DNA paternity testing for personal knowledge is legal, and home test kits are available by mail from representatives of AABB- and ISO 17025-certified laboratories. DNA Paternity Testing for official purposes, such as sustento (child support) and inheritance disputes, must follow the Rule on DNA Evidence A.M. No. 06-11-5-SC, which was promulgated by the Philippine Supreme Court on October 15, 2007. Tests are sometimes ordered by courts when proof of paternity is required.

Spain

In Spain, peace-of-mind paternity tests are a "big business," partly due to the French ban on paternity testing, with many genetic testing companies being based in Spain.

United Kingdom

In the United Kingdom, there were no restrictions on paternity tests until the Human Tissue Act 2004 came into force in September 2006. Section 45 states that it is an offence to possess without appropriate consent any human bodily material with the intent of analysing its DNA. Legally declared fathers have access to paternity-testing services under the new regulations, provided the putative parental DNA being tested is their own. Tests are sometimes ordered by courts when proof of paternity is required. In the UK, the Ministry of Justice accredits bodies that can conduct this testing. The Department of Health produced a voluntary code of practice on genetic paternity testing in 2001. This document is currently under review, and responsibility for it has been transferred to the Human Tissue Authority. In the 2018 case of Anderson V Spencer the Court of Appeal permitted for the very first time DNA samples taken from a Deceased person to be used for paternity testing.

United States

In the United States, paternity testing is fully legal, and fathers may test their children without the consent or knowledge of the mother. Paternity testing take-home kits are readily available for purchase, though their results are not admissible in court and are for personal knowledge only.

Only a court-ordered paternity test may be used as evidence in court proceedings. If parental testing is being submitted for legal purposes, including immigration, testing must be ordered through a lab that has AABB accreditation for relationship DNA testing.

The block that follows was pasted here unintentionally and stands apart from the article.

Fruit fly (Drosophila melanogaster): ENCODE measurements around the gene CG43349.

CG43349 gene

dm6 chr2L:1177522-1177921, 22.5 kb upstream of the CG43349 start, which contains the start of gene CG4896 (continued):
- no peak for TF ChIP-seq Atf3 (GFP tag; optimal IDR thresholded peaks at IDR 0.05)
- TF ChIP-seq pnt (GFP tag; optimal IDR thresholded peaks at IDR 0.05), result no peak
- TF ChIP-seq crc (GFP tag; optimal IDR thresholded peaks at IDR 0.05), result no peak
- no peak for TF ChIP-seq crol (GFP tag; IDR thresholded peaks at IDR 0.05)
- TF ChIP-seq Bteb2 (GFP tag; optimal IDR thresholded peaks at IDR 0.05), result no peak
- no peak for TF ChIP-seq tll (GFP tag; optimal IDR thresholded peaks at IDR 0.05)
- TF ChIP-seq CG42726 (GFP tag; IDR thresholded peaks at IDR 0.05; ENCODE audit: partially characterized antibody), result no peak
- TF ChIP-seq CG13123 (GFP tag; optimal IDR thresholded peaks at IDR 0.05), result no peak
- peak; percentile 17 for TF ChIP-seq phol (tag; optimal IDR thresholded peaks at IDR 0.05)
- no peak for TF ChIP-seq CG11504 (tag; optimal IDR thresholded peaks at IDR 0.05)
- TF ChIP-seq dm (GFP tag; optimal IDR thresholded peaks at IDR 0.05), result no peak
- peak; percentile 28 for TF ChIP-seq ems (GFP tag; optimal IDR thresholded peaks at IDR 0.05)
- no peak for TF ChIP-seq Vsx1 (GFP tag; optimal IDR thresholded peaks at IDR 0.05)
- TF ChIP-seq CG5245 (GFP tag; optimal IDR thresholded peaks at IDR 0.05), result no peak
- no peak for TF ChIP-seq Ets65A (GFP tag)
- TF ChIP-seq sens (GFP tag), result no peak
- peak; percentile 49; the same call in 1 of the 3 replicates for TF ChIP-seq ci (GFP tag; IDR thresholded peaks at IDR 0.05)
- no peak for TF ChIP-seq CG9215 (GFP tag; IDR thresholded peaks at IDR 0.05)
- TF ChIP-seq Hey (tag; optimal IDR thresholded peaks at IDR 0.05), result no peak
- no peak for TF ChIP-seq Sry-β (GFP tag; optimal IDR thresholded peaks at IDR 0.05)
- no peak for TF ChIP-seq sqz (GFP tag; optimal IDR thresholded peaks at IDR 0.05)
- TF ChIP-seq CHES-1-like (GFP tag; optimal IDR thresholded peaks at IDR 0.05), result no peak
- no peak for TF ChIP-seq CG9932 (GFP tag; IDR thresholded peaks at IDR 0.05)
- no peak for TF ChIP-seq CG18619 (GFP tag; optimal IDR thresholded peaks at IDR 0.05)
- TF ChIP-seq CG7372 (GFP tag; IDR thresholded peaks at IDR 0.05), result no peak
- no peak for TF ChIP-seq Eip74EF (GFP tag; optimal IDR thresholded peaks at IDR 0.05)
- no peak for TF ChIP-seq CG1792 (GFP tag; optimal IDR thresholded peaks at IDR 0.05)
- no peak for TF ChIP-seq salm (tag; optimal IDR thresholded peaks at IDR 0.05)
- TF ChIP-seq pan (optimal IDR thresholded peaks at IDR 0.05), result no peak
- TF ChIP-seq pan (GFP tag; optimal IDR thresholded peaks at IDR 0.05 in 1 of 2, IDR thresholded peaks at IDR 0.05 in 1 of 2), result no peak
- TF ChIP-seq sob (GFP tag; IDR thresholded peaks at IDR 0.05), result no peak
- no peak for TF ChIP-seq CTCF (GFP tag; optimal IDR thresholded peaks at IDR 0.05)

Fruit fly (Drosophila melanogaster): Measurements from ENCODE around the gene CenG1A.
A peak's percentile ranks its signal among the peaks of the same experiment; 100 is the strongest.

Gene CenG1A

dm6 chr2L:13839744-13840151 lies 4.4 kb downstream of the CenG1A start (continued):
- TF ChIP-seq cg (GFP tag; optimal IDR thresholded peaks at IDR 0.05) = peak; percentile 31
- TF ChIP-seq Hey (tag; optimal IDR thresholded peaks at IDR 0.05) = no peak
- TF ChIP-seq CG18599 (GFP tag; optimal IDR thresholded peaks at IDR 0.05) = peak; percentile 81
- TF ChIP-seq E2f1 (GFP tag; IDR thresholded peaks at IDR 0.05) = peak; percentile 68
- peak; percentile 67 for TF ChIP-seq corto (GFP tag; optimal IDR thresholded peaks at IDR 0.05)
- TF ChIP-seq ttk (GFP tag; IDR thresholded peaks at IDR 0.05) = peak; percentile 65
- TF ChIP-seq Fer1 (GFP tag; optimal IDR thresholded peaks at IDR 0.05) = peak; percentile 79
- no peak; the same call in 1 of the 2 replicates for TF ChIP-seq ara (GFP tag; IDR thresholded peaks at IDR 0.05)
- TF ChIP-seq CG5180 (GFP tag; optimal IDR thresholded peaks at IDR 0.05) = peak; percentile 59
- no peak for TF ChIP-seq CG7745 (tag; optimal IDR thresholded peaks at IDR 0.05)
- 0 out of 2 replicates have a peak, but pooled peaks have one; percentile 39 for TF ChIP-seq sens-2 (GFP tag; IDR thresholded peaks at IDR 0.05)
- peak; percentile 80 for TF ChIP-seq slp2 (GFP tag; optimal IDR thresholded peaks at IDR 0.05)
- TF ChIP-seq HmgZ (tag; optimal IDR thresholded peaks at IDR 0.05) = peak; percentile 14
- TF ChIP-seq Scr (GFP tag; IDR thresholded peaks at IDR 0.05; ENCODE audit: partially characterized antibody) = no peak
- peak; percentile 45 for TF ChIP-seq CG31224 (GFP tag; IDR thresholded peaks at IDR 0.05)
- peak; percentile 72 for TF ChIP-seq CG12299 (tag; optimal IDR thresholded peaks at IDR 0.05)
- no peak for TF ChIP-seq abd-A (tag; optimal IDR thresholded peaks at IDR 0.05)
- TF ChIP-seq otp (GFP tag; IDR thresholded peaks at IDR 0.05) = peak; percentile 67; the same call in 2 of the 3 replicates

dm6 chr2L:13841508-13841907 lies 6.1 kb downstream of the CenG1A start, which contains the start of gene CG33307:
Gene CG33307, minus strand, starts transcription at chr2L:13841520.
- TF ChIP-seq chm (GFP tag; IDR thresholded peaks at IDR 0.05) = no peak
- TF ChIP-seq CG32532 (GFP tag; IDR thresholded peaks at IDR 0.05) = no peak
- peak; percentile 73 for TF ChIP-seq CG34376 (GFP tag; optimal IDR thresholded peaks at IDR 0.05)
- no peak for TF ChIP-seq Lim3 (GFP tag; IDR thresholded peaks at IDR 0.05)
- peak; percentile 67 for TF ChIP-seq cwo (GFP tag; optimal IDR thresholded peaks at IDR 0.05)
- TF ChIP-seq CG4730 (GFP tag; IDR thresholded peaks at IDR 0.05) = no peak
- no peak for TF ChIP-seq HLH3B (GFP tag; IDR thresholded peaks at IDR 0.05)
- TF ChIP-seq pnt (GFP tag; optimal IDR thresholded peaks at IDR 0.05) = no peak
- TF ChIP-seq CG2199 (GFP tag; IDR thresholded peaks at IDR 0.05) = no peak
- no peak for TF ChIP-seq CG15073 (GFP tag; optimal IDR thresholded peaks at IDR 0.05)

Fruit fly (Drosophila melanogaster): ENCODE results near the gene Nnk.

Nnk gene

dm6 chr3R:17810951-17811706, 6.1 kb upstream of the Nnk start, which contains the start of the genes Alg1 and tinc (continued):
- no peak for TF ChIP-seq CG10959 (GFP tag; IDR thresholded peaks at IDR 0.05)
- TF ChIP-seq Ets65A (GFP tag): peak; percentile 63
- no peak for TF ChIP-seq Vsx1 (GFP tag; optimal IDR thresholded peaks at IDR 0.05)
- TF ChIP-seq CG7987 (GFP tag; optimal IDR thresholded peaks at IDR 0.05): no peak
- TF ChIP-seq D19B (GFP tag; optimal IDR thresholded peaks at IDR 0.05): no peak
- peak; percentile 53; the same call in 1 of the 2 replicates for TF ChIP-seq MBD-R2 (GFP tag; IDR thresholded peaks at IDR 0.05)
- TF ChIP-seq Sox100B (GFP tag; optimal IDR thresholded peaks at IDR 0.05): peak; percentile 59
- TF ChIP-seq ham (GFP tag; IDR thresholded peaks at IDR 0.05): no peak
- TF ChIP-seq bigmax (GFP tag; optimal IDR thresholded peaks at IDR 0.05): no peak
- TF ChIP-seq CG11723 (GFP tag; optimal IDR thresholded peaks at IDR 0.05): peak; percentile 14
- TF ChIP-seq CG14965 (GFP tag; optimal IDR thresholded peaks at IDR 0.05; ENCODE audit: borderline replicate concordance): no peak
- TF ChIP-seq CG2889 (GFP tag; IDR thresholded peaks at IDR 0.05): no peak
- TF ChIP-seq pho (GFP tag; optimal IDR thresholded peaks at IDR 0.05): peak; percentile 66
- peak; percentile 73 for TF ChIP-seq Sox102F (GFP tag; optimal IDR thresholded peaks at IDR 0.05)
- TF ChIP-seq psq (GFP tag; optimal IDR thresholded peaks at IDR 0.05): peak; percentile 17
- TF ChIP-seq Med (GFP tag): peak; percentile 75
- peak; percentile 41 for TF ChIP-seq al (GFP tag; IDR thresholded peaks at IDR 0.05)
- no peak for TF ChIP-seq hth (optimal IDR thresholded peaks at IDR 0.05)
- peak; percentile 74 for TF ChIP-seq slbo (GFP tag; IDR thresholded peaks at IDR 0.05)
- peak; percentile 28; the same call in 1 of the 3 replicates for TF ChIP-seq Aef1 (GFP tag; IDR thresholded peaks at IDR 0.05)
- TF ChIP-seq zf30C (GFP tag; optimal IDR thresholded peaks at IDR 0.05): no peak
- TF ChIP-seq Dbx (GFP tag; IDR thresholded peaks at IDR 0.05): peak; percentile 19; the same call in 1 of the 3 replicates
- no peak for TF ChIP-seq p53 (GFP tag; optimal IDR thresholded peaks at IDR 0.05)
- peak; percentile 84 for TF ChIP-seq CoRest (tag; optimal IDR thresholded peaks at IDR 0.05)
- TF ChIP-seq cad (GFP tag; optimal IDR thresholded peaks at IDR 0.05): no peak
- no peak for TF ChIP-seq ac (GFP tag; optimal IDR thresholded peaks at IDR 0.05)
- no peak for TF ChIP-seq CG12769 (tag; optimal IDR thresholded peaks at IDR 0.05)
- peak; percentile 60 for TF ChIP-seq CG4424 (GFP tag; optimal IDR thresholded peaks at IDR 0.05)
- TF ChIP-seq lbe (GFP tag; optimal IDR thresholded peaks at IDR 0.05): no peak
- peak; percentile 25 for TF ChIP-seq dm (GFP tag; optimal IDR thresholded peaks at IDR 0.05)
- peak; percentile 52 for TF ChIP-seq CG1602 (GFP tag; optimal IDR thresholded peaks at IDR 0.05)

The legal implications of a parentage result test vary by state and according to whether the putative parents are unmarried or married. If a parentage test does not meet forensic standards for the state in question, a court-ordered test may be required for the results of the test to be admissible for legal purposes. For unmarried parents, if a parent is currently receiving child support or custody, but DNA testing later proves that the man is not the father, support automatically stops. However, in many states, this testing must be performed during a narrow window of time, if a voluntary acknowledgement of parentage form has already been signed by the putative father; otherwise, the results of the test may be disregarded by law, and in many cases, a man may be required to pay child support, though the child is biologically unrelated. In a few states, if the mother is receiving the support, then that alleged father has the right to file a lawsuit to get back any money that he lost from paying support. As of 2011, in most states, unwed parents confronted with a voluntary acknowledgement of parentage form are informed of the possibility and right to request a DNA paternity test. If testing is refused by the mother, the father may not be required to sign the birth certificate or the voluntary acknowledgement of parentage form for the child. For wedded putative parents, the husband of the mother is presumed to be the father of the child. But, in most states, this presumption can be overturned by the application of a forensic paternity test; in many states, the time for overturning this presumption may be limited to the first few years of the child's life.

For more information please visit next link https://isogg.org/wiki/Regulation_of_genetic_tests